I was playing around with data today, and noticed this strong relationship.
If there is a change in the trend of stock market returns, there is usually a similar change in trend in the earnings of production workers, with an average of about a 4 month lag. The change in equity values is much larger, because equity owners accept most of the cyclical risk in the economy.
The 1990s were a period of relatively stable changes in the rate of growth of incomes and equity values. It was also a period of high income growth and high equity valuation growth. Stability is valuable. It should be our goal. To risk instability because investors might internalize that value or because capital might occasionally capture more of that value than labor is a rather self-defeating point of view.
Further, there seem to be two undeniable facts about incomes over time.
(1) In the end, we all rise and fall together.
(2) The distribution of incomes will have a stochastic quality. There will be times when capital benefits more, when high incomes benefit more, or when low incomes benefit more from transitory economic developments.
Given that these two factors exist, there will be many times when the best policy for one group will be to encourage outsized growth for the other two groups.
If a stance against policy is based on the idea that the Fed is backstopping the stock market or the claim that accommodative monetary policy is a "bailout", it is just as much a stance against wage earners as it is against equity owners. This is true even if capital is currently seeing more growth than labor or high earners are doing better than low earners. And, even if we enter a phase when low incomes capture a larger portion of secular growth, capital will appear to benefit more because of its extreme cyclical exposure.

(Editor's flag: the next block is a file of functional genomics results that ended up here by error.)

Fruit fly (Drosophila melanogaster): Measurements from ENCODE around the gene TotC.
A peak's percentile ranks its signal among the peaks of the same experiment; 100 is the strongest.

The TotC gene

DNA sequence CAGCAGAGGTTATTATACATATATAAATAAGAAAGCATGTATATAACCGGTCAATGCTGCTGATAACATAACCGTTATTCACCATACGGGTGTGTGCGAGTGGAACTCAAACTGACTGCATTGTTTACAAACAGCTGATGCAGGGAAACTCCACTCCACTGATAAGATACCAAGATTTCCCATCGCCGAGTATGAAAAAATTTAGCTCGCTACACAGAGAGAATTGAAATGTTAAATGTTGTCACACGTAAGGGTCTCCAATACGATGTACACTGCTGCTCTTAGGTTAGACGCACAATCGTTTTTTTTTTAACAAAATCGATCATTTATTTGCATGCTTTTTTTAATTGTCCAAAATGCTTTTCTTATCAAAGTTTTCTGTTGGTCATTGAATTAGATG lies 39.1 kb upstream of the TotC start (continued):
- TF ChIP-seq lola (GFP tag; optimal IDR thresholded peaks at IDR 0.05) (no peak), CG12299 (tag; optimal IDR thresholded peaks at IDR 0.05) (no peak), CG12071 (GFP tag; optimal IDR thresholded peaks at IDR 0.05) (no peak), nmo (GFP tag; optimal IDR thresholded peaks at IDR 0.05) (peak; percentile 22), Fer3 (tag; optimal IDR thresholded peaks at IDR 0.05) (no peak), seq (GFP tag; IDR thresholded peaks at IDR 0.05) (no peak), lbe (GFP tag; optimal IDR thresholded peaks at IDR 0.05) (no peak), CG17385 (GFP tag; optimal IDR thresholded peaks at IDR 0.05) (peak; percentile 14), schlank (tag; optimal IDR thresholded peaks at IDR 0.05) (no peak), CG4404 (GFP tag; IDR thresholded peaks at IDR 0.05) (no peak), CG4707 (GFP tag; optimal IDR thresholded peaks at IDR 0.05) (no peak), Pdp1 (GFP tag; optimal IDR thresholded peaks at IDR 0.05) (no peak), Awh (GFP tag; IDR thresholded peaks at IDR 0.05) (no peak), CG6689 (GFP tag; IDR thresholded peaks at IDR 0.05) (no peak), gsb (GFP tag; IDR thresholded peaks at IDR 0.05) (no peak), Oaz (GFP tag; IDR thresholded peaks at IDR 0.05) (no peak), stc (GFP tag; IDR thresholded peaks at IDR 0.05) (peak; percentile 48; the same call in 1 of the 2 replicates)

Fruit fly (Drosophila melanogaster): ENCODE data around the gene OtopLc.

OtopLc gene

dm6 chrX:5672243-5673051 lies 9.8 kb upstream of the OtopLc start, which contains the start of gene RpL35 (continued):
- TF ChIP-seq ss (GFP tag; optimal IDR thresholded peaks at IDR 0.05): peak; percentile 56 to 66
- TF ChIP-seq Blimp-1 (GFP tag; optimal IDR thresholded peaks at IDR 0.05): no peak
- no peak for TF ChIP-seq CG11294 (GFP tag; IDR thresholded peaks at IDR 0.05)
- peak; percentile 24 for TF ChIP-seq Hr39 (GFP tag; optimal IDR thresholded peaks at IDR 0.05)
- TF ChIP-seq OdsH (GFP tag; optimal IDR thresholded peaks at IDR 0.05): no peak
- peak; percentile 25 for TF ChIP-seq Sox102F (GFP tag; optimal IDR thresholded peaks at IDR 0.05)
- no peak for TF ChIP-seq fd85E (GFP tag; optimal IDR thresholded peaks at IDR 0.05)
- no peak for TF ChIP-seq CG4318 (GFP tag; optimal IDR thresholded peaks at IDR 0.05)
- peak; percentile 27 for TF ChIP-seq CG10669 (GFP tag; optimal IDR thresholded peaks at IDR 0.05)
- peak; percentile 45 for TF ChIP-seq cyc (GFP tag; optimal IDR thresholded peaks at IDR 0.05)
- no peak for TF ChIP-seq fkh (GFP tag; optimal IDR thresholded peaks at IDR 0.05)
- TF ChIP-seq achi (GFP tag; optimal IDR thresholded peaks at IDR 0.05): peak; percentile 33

This is not a commentary on safety net policies. Before we consider social support policies, there is the simple point that progress is progress. There is a shocking amount of commentary in this country right now that amounts to saying we should undermine potential growth because it's the wrong kind of growth. Worse still, there are appeals to stagnation that come from confusion, such as misunderstanding the difference between high wage incomes and capital incomes.
The 1990s was a very prosperous time for households with lower incomes. It also happened to be a time when income variance grew and capital income was high. Given the state of technology and the state of the developing world, that is probably what success looks like today - for everyone.
The longstanding challenge of human civilization has been the struggle to overcome our unfortunate tendency to destroy absolute prosperity through battles over relative status.